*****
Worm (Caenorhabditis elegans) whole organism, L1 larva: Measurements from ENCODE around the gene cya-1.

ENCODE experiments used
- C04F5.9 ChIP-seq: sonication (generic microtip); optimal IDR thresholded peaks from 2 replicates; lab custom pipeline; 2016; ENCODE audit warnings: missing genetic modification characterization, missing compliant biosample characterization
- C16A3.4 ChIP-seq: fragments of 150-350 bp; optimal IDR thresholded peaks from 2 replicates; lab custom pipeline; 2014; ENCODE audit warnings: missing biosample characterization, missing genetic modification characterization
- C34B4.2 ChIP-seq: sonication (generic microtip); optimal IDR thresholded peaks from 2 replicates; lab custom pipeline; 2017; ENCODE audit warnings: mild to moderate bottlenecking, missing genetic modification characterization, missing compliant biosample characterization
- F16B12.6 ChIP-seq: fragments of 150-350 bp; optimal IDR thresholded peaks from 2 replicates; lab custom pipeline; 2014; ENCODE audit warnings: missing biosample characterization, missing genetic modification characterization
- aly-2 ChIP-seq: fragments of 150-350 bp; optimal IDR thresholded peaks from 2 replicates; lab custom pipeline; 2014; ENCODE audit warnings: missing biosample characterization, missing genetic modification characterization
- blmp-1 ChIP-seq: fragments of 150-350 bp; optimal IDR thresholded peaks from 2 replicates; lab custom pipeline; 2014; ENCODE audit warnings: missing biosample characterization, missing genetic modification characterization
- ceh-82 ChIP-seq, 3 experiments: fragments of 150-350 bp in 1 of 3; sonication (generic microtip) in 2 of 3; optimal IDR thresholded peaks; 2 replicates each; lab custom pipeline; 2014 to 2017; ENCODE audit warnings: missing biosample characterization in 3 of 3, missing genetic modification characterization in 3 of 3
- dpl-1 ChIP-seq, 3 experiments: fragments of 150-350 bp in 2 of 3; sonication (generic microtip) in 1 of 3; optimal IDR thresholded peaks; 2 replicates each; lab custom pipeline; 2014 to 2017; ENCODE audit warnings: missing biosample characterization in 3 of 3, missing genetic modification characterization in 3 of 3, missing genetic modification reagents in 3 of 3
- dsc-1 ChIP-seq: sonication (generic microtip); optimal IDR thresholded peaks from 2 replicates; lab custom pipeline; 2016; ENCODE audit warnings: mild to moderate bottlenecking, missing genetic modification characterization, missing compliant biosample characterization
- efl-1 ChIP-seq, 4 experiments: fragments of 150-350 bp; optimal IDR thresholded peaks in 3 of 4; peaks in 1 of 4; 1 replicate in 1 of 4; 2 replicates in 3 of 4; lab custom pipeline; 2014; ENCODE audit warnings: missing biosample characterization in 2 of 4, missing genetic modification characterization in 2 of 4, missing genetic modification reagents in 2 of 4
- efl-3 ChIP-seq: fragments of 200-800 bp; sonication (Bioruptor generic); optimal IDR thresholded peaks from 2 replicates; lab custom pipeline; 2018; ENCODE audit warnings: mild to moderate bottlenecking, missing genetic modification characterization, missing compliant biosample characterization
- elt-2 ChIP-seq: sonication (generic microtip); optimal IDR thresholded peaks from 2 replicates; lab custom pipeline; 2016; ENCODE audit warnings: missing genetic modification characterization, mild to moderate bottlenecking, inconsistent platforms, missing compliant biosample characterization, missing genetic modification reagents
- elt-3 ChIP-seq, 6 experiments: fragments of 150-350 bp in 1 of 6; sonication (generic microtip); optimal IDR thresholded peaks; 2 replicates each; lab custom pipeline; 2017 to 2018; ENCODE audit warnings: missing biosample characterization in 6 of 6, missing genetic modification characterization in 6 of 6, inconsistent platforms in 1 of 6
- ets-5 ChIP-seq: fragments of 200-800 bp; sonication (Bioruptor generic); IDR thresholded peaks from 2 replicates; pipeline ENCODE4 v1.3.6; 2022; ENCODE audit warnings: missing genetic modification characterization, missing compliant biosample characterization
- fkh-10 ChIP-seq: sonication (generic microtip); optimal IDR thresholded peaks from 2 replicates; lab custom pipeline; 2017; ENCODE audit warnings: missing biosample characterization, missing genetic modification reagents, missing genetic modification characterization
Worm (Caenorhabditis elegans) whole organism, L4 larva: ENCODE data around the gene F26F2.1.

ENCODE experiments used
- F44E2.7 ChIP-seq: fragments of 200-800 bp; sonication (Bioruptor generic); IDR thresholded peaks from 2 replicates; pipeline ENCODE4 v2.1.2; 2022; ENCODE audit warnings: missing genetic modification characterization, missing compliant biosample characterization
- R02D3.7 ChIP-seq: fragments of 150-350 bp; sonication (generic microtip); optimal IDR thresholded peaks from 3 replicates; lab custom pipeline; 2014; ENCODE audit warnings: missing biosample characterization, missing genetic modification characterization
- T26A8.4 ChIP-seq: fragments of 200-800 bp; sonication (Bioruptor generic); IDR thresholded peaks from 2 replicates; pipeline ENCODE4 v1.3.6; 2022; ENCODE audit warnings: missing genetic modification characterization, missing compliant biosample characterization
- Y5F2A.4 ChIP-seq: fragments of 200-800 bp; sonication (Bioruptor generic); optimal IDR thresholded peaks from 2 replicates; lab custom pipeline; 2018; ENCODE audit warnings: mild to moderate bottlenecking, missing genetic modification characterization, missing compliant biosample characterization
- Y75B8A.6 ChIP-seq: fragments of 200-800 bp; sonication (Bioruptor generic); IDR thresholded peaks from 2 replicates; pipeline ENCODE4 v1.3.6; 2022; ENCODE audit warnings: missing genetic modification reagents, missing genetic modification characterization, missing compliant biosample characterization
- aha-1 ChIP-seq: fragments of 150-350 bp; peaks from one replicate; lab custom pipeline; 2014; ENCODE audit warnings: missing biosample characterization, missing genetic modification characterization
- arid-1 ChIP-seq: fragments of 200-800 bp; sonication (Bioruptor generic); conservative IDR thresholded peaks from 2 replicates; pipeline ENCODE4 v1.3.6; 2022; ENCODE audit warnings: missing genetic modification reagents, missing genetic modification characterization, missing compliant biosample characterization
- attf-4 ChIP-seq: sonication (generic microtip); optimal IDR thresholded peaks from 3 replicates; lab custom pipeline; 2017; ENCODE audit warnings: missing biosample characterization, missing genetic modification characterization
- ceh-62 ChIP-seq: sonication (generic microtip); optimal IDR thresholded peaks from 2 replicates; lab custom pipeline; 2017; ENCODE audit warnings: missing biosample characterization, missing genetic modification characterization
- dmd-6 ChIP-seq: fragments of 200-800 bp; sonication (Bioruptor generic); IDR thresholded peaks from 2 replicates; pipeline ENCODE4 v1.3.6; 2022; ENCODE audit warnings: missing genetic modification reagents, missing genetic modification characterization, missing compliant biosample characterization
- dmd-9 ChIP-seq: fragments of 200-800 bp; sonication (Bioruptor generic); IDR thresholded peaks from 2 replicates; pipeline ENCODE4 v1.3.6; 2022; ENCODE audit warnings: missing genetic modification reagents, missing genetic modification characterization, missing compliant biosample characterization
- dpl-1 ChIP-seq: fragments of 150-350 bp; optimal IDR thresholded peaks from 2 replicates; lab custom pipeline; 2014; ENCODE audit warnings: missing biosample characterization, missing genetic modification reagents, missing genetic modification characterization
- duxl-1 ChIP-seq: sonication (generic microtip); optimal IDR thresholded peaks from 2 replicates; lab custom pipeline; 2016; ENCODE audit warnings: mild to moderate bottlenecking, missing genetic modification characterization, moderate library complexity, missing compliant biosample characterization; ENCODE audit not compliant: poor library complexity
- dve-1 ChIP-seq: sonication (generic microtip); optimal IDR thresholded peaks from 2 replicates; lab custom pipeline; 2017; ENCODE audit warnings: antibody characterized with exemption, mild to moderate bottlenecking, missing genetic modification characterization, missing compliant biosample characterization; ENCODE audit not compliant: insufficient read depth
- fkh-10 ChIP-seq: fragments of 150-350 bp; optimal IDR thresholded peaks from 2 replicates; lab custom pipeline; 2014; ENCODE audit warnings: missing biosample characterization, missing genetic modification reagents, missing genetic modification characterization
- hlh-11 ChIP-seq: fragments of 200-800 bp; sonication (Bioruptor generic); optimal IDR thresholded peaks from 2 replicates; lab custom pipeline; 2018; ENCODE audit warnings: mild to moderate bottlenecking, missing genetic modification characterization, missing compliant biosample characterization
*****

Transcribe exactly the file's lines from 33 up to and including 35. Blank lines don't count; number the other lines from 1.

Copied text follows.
- dve-1 ChIP-seq: sonication (generic microtip); optimal IDR thresholded peaks from 2 replicates; lab custom pipeline; 2017; ENCODE audit warnings: antibody characterized with exemption, mild to moderate bottlenecking, missing genetic modification characterization, missing compliant biosample characterization; ENCODE audit not compliant: insufficient read depth
- fkh-10 ChIP-seq: fragments of 150-350 bp; optimal IDR thresholded peaks from 2 replicates; lab custom pipeline; 2014; ENCODE audit warnings: missing biosample characterization, missing genetic modification reagents, missing genetic modification characterization
- hlh-11 ChIP-seq: fragments of 200-800 bp; sonication (Bioruptor generic); optimal IDR thresholded peaks from 2 replicates; lab custom pipeline; 2018; ENCODE audit warnings: mild to moderate bottlenecking, missing genetic modification characterization, missing compliant biosample characterization